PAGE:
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Posts Tagged ‘debt ceiling agreement’

Governors Fight Proposed Cuts to Army National Guard

  • February 25, 2014
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Despite recommending a smaller proportional cut on personnel in the Amy National Guard than on the active Army in its five-year budget, the Obama administration is taking flak from the nation’s governors for targeting soldiers and aircraft in the Guard. There’s “unanimity” against cuts among state executives gathered in Washington, D.C., for the National Governors Association’s winter meeting, Arkansas Gov. Mike Beebe (D) told reporters Monday …

Pentagon Spending Plan Quickly Generates Capitol Hill Opposition

  • February 25, 2014
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Republican lawmakers largely denounced the cuts in force structure and changes in military benefits outlined Monday by Defense Secretary Chuck Hagel, while Democrats mainly questioned some of the proposals in DOD’s five-year spending plan. “We are going to kill it, not let it happen,” vowed Sen. Lindsey Graham (R-S.C.). “I just think it is taking the Army down to a level where you restrain your ability to fight the war that comes your way. The best way to fight a war is deterrence, and I think readiness at the number you are talking about, I just don’t think [the Army] is equipped for the threats you face …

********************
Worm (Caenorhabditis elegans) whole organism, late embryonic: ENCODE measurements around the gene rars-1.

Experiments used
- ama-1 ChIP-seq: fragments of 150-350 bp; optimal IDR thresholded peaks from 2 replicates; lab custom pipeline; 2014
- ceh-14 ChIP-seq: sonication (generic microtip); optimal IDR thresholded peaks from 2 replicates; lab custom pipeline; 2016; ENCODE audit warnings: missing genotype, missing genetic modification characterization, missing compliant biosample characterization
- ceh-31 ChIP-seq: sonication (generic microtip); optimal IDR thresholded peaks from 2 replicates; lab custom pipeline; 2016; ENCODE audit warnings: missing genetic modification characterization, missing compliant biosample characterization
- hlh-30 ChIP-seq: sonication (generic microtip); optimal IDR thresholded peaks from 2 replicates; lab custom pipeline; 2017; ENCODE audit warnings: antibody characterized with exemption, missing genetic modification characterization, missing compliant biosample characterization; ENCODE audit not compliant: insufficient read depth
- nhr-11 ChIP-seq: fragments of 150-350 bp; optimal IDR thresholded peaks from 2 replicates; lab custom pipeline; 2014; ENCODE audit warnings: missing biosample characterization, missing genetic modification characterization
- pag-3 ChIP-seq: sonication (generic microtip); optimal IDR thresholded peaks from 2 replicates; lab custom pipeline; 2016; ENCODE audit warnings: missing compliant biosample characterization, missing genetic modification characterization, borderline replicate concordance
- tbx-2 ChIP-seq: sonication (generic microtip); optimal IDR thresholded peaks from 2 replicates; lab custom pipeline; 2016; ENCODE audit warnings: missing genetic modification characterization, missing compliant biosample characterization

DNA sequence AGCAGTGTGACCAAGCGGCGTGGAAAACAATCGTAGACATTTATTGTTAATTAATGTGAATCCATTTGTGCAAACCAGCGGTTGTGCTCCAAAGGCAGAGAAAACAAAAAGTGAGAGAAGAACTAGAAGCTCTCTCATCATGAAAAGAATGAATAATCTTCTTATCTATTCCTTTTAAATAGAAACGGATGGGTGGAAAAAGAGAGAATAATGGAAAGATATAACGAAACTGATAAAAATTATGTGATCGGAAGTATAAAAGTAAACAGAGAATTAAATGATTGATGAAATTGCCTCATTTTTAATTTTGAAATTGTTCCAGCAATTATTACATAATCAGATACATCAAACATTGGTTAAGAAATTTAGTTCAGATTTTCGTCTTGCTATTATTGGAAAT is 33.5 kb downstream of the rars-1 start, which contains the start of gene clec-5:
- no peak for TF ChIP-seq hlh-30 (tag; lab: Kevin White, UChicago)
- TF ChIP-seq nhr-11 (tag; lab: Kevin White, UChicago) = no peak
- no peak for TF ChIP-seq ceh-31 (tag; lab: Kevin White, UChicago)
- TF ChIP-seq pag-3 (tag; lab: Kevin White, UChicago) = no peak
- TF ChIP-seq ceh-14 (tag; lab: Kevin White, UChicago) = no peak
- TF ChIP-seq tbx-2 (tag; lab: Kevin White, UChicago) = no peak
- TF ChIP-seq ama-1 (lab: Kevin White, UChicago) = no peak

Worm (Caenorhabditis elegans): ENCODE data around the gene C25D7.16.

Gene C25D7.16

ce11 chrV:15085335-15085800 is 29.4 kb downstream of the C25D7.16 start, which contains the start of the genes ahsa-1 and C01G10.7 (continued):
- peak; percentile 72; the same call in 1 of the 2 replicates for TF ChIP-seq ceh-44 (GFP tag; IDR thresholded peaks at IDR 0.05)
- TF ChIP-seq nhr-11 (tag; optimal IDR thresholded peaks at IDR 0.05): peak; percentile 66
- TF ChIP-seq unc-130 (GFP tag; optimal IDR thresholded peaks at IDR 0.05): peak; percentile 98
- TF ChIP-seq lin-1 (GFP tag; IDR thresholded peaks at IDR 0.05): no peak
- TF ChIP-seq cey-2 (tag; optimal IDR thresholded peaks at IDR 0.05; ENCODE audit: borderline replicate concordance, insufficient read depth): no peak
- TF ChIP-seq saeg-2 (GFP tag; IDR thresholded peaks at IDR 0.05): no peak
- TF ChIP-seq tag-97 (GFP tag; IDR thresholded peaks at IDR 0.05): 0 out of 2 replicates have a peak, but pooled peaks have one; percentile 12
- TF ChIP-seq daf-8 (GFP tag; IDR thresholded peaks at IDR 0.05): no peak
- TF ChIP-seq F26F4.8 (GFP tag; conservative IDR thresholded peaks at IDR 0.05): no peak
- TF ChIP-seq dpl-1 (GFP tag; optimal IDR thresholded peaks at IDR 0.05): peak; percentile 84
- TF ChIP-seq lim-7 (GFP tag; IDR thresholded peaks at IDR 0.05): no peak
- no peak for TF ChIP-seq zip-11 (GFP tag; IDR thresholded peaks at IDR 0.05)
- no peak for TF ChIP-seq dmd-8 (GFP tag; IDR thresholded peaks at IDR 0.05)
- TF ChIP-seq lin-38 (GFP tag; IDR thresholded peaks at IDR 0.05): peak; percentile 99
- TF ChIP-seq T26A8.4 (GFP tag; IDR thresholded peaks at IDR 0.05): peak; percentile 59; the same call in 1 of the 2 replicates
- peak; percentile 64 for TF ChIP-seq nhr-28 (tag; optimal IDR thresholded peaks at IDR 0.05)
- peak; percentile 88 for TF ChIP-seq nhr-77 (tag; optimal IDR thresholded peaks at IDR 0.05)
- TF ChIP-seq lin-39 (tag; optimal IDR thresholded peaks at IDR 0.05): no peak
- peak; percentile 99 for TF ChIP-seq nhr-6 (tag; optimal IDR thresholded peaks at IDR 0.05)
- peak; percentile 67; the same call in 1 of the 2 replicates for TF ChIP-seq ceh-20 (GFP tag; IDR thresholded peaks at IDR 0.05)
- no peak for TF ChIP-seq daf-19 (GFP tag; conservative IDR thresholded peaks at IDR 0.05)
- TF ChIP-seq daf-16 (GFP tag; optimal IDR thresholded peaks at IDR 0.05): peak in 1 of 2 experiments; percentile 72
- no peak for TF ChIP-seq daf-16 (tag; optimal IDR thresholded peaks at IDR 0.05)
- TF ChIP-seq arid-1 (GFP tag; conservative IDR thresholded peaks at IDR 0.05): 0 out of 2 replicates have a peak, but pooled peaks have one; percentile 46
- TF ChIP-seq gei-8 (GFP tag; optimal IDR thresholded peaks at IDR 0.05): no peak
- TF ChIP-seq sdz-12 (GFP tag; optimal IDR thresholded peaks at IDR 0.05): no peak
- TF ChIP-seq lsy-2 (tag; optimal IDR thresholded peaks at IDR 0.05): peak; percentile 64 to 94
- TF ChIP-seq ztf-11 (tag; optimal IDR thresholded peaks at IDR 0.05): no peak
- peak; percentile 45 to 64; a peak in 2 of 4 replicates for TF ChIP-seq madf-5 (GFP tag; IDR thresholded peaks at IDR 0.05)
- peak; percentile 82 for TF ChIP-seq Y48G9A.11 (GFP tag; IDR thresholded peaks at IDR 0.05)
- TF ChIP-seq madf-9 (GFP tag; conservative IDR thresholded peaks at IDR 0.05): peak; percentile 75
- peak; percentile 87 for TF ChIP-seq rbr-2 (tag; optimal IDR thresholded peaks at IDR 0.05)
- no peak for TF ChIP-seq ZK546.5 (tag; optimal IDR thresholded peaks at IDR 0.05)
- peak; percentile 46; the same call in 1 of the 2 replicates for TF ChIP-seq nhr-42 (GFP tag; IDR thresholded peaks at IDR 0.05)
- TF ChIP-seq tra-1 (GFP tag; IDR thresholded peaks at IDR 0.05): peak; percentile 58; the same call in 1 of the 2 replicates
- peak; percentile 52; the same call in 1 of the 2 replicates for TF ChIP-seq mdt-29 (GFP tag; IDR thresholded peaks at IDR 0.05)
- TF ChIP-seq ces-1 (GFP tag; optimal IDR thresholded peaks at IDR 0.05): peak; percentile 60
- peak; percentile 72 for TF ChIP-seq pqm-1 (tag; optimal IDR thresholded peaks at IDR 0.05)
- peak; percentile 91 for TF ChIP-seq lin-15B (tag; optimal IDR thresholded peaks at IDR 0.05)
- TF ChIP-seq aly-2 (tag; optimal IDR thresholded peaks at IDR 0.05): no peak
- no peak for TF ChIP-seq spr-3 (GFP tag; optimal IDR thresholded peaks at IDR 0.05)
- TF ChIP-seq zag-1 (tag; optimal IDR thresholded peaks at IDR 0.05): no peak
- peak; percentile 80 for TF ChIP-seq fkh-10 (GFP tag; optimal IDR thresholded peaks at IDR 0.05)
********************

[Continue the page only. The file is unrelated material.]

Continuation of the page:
FY ’15 Budget Reveals Scope of Cuts Needed to Address Spending Caps

  • February 25, 2014
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The Army’s active-duty end strength would be reduced to between 440,000 and 450,000 under the five-year budget proposal unveiled Monday by Defense Secretary Chuck Hagel. The long-term budget included with the fiscal 2015 budget request, the department’s first to fully reflect the transition DOD is making after 13 years of war, adheres to the spending caps in place next year but exceeds the Budget Control Act caps for the following four years by $115 billion. As a result, the Army would be forced to draw down to an end strength of 420,000 if sequester cuts are not reversed in FY 2016 …

Wish List Could Encourage Lawmakers to Tinker with DOD’s Budget Request

  • February 20, 2014
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The Defense Department’s intent to attach a $26 billion list of unfunded requirements to its fiscal 2015 budget request could have unintended consequences, as appropriators swap out programs included in the administration’s proposal for favored programs that failed to make the cut. Including a list of second-tier priorities with the budget request also could embolden service chiefs to push Congress to fund programs that were left out of DOD’s baseline spending plan …

DOD Official Questions Contractors’ Optimistic Sales Forecasts

  • February 10, 2014
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The Pentagon’s acting industrial base chief expressed skepticism last week about the number of defense contractors predicting that the worst impacts from sequestration soon will be over, with the automatic cuts starting to ease in fiscal 2016. “We’re not sure at DoD that we quite see the budget environment quite that way,” Elana Broitman, acting deputy assistant secretary for manufacturing and industrial base policy, said during her remarks at the Cowen Aerospace/Defense & Transportation Conference. “If we don’t do anything that changes sequestration after fiscal year ’15, then we’re stuck with flat, no-inflation budgets which don’t take account of the new initiatives, new requirements, that need to be funded …